As the minister said, these regulations were presented to the House on 10 June, but they sat there. They were made on 14 June. The government wouldn’t bring on the debate. Remember the suspensions that we moved to bring on the debate? They never actually want to debate their own position. We just saw them, earlier on, shut down a debate on Australia’s economic position—what the plan for the economy is. Even today they’re not prepared to debate the economy. And, during the Eden-Monaro by-election, they certainly didn’t want to talk about jobs; they didn’t want to talk about jobs in regional Australia. That’s because this government, which has presided over the first recession in 30 years, which produced mugs with ‘Back in Black’ on them—they’ll produce ones for this year’s budget, when it comes down in a month or so, that say ‘Back in Bleak’; that’s what they should say under this government—during the election campaign, had the Prime Minister saying that we ‘were in surplus in the future, next year’. The government had ‘brought the budget back to surplus next year’—an exercise in linguistic contortion that deserves a mug. That deserves a mug.
The problem for the government is that they’re treating Australians like mugs. The government are saying: ‘We are going to increase the time that it takes for a letter to get from A to B. We’ll extend it by days. We’ll cut service delivery to a couple of times a week. But that won’t cost jobs and that won’t mean less service.’ It is quite extraordinary that this government is prepared to argue in a way that is completely against all logic. They say that they want to stand up for quiet Australians. What they really want is for Australians to be quiet about the impact of changes they are making not just to this but combined with the JobKeeper updated legislation that provided for cuts in wages for some of the poorest paid workers. People like retail workers had their wages slashed by $300. The government wouldn’t even support putting in a safety net at the same level as JobKeeper. It is quite extraordinary.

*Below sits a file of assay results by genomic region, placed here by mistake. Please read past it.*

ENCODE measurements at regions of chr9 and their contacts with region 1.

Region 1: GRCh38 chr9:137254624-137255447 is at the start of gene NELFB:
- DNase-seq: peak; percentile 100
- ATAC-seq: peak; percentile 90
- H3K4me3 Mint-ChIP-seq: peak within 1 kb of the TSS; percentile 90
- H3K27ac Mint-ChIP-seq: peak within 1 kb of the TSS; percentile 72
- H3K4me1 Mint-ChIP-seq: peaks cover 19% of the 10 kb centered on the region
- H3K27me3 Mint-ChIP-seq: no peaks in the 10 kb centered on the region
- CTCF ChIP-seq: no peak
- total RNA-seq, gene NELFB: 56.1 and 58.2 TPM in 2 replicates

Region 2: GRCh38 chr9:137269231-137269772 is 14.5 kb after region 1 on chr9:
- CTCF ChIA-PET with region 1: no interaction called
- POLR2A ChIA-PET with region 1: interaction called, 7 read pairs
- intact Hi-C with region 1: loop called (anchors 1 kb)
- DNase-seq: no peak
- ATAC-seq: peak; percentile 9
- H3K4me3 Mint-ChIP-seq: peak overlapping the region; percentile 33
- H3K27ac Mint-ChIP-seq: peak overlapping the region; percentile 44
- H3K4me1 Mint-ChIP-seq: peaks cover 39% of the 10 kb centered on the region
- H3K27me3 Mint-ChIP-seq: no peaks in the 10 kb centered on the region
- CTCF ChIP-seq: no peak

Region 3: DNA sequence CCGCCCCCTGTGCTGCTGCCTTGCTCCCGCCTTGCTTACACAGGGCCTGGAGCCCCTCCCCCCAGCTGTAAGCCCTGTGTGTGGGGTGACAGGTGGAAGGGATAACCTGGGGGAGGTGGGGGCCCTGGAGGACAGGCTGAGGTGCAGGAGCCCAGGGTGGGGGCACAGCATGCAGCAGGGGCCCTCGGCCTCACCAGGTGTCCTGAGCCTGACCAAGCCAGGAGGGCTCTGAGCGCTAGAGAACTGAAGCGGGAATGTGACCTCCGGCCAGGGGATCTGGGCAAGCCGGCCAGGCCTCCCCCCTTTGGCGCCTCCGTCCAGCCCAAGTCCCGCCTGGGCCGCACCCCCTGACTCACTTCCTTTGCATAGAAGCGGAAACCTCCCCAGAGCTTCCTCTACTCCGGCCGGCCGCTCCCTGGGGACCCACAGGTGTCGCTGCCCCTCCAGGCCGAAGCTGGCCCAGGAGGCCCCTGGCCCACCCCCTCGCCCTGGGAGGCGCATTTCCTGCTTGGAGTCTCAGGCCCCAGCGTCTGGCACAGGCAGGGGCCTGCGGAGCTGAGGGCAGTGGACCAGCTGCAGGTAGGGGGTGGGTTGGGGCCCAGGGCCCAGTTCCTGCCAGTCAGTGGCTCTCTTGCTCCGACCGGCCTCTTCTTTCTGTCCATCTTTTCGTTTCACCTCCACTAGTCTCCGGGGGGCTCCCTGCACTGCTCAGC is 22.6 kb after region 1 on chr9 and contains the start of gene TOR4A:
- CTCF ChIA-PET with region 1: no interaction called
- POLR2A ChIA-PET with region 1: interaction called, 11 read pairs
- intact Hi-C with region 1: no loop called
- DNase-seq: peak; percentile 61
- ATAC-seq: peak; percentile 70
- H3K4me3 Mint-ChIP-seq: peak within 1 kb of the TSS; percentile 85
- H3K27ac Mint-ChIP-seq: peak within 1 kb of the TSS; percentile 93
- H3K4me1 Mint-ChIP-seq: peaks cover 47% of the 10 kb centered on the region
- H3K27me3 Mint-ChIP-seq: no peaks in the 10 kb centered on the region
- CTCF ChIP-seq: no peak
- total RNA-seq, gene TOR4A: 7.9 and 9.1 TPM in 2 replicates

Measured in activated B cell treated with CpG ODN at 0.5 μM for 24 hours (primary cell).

Under these provisions, we know that people in regional Australia, who already wait longer for letters than those in my electorate—or in the electorate of the member for Bradfield, who was so familiar with different regional areas that he ran for Bradfield and for Cook in preselection against the current Prime Minister; he was flexible about where things were located!—as a result of this will get less service. And that is just one further way that the government is letting down regional Australia.
And where are the Nats on this? We’ll wait and see if they come in and how they’ll vote on this, because the National Party of course have abandoned regional Australia.
So, at a time when families are struggling to pay their bills and we need to create jobs, not cut jobs, this is the wrong move by this government. That’s why we should oppose the suspension of standing orders, because if it doesn’t get up then the regulations won’t come in. So we’ll be voting against the suspension, and then we’ll be moving the proposition, if we are not successful in opposing the suspension. (Time expired)